News / Africa

US Calls for Congo, Rwanda, Uganda Talks on Kivu Rebels

Congolese Revolution Army [M23] rebels sit on a truck soon after capturing the city from the government army, as they patrol a street in Goma in the eastern Democratic Republic of Congo, November 20, 2012.
Congolese Revolution Army [M23] rebels sit on a truck soon after capturing the city from the government army, as they patrol a street in Goma in the eastern Democratic Republic of Congo, November 20, 2012.
The United States says the presidents of Uganda, Rwanda and the Democratic Republic of Congo should meet to end a Congolese rebellion that Tuesday took control of a key provincial capital along the border with Rwanda.  

State Department spokeswoman Victoria Nuland says the capture of the city of Goma by rebels from the M23 group is a dangerous and worrying sign for the Great Lakes region.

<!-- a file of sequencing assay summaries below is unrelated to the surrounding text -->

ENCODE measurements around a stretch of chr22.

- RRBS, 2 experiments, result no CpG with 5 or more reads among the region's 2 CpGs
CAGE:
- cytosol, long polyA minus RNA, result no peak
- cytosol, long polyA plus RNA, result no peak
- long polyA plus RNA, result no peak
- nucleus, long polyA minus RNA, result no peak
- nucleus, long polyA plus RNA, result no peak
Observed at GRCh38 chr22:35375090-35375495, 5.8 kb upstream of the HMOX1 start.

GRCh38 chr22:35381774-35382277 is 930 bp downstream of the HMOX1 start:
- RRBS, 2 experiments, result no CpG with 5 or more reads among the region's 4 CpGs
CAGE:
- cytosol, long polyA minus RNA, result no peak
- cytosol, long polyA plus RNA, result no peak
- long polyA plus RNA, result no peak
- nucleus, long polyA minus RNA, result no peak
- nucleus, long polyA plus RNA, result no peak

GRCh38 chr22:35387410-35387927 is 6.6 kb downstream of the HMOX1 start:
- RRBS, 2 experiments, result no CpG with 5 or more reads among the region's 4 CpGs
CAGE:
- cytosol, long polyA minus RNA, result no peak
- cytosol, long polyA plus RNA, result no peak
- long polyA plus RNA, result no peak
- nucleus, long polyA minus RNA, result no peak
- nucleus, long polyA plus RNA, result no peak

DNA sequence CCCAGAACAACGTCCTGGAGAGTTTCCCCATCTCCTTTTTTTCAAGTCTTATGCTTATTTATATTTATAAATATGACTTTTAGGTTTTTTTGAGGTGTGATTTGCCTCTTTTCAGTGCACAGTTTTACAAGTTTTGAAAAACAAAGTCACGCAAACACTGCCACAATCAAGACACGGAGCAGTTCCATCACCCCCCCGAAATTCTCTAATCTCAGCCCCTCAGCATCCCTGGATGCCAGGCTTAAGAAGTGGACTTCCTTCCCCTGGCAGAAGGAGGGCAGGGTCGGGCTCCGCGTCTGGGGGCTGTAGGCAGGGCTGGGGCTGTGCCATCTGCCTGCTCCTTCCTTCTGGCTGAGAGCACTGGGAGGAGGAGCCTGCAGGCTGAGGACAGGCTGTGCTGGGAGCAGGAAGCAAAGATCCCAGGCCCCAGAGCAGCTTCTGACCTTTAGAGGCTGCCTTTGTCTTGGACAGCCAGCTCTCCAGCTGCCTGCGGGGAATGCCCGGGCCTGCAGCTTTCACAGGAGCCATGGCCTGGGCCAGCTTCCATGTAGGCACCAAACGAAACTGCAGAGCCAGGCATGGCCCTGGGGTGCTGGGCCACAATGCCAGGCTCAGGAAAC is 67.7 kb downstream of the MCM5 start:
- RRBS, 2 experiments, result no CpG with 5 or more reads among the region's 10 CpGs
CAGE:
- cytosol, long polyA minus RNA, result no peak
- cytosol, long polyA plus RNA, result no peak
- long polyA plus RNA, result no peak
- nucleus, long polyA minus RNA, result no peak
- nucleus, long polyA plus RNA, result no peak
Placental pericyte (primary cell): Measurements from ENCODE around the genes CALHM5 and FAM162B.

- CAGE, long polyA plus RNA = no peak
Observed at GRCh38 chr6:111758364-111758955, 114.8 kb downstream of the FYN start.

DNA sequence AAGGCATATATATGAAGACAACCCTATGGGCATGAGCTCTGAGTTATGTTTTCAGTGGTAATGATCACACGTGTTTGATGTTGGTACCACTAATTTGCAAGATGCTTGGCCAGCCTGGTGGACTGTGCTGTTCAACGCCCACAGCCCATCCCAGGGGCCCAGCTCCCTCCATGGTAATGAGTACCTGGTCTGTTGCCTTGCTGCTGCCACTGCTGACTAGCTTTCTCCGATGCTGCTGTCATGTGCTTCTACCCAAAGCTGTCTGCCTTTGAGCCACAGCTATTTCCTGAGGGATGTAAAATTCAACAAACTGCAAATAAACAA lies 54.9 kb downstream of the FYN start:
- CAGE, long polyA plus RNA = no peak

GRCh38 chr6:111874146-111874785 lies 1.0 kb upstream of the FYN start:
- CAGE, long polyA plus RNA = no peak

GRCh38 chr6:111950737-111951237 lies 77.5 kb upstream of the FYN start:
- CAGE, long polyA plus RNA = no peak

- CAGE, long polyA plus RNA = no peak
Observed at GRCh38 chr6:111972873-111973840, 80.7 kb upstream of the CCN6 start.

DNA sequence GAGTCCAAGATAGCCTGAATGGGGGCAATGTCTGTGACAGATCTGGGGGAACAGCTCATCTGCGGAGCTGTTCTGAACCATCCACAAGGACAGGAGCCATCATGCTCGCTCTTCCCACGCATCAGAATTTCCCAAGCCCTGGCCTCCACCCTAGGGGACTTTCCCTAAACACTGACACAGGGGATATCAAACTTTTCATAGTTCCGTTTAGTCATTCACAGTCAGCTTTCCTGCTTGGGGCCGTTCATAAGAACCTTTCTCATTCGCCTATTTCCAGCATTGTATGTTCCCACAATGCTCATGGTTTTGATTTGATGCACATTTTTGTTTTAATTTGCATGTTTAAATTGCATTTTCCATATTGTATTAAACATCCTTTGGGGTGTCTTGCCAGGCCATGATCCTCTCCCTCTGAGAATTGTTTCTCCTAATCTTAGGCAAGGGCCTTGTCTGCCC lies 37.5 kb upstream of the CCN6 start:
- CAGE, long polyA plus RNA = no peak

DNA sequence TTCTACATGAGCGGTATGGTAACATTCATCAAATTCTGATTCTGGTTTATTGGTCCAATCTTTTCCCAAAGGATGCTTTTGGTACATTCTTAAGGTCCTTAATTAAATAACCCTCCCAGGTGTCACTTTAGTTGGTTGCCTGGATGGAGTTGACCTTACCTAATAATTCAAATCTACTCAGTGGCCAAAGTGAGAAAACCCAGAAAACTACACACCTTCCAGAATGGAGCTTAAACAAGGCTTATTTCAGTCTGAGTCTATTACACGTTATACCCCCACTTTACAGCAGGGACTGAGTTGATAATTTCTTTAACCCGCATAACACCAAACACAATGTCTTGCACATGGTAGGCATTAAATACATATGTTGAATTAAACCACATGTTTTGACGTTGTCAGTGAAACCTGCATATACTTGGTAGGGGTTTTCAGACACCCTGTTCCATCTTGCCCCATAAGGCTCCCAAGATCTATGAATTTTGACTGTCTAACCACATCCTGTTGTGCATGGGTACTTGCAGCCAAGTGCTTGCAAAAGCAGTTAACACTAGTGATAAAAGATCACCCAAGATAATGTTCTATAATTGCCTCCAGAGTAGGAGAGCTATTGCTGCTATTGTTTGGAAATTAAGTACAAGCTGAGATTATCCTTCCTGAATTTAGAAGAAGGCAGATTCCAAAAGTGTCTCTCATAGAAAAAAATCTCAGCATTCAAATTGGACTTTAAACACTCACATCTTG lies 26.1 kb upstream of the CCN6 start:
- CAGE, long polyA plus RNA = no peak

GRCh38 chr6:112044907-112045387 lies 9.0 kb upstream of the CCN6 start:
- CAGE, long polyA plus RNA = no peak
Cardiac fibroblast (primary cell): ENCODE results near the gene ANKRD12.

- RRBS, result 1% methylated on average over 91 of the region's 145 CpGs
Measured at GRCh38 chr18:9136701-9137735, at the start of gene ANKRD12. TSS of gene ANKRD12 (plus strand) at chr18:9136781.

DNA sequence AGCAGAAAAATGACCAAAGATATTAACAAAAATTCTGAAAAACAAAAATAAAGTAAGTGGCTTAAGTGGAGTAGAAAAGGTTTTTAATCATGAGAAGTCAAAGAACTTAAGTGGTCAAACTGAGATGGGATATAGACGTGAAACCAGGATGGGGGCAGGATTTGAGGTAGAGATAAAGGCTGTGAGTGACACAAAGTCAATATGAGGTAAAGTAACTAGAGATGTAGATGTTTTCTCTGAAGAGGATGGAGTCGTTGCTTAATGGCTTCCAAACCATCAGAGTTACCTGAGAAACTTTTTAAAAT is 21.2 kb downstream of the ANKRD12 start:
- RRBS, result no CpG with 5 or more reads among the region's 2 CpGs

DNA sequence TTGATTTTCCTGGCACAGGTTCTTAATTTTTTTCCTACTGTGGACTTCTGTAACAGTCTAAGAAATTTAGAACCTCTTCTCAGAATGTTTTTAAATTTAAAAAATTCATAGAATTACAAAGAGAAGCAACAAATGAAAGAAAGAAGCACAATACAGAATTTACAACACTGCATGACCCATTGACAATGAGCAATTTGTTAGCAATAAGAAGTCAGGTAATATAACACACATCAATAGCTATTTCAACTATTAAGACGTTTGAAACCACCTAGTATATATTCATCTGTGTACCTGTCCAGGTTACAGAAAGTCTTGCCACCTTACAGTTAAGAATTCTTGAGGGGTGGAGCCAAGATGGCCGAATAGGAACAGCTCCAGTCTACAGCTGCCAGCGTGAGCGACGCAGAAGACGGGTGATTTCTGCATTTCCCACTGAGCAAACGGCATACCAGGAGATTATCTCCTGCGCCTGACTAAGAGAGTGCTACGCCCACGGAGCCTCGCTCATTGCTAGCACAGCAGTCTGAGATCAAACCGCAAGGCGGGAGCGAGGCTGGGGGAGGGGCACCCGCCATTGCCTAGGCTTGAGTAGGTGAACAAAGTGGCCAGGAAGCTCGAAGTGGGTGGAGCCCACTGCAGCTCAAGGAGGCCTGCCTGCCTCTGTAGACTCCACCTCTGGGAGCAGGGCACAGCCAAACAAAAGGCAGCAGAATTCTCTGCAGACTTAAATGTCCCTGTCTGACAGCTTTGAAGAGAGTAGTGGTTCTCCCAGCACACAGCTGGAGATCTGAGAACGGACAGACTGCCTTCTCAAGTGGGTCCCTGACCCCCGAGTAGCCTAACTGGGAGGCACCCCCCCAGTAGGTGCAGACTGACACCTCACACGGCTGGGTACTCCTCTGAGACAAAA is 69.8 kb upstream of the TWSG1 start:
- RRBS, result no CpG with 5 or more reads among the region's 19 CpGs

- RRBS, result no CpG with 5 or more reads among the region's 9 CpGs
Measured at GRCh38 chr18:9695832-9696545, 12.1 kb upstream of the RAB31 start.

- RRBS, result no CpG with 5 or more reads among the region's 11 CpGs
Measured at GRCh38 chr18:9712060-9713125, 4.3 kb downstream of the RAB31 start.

"We condemn the ongoing violent assault of M23 and the fact that it has now taken Goma in violation of the sovereignty of the DRC," said Nuland.

M23 rebels say they are ready to open talks with Kinshasa.  But President Joseph Kabila's government says it will not negotiate with the group unless Rwanda is involved because Congo accuses Rwanda of sponsoring the rebellion.

Rwanda denies the allegations and says the issues are broader than any one rebel group.  President Paul Kagame's government says President Kabila is failing to protect ethnic Tutsis in eastern Congo.

DRC map, North Kivu provinceDRC map, North Kivu province
x
DRC map, North Kivu province
DRC map, North Kivu province
On Tuesday, the State Department's Victoria Nuland called on those leaders to join with Ugandan President Yoweri Museveni to end the crisis.